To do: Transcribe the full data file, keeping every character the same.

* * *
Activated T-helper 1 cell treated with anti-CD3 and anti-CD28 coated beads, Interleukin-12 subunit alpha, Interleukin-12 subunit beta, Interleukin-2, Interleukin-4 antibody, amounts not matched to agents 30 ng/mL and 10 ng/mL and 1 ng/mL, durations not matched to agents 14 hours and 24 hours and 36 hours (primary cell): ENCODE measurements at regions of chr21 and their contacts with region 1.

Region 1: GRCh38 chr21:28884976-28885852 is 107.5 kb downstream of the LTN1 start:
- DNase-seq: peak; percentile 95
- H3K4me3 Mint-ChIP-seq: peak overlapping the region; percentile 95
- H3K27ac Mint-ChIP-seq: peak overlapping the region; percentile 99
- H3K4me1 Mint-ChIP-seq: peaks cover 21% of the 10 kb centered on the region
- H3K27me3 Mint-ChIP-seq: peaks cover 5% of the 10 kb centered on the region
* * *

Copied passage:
Activated T-helper 1 cell treated with anti-CD3 and anti-CD28 coated beads, Interleukin-12 subunit alpha, Interleukin-12 subunit beta, Interleukin-2, Interleukin-4 antibody, amounts not matched to agents 30 ng/mL and 10 ng/mL and 1 ng/mL, durations not matched to agents 14 hours and 24 hours and 36 hours (primary cell): ENCODE measurements at regions of chr21 and their contacts with region 1.

Region 1: GRCh38 chr21:28884976-28885852 is 107.5 kb downstream of the LTN1 start:
- DNase-seq: peak; percentile 95
- H3K4me3 Mint-ChIP-seq: peak overlapping the region; percentile 95
- H3K27ac Mint-ChIP-seq: peak overlapping the region; percentile 99
- H3K4me1 Mint-ChIP-seq: peaks cover 21% of the 10 kb centered on the region
- H3K27me3 Mint-ChIP-seq: peaks cover 5% of the 10 kb centered on the region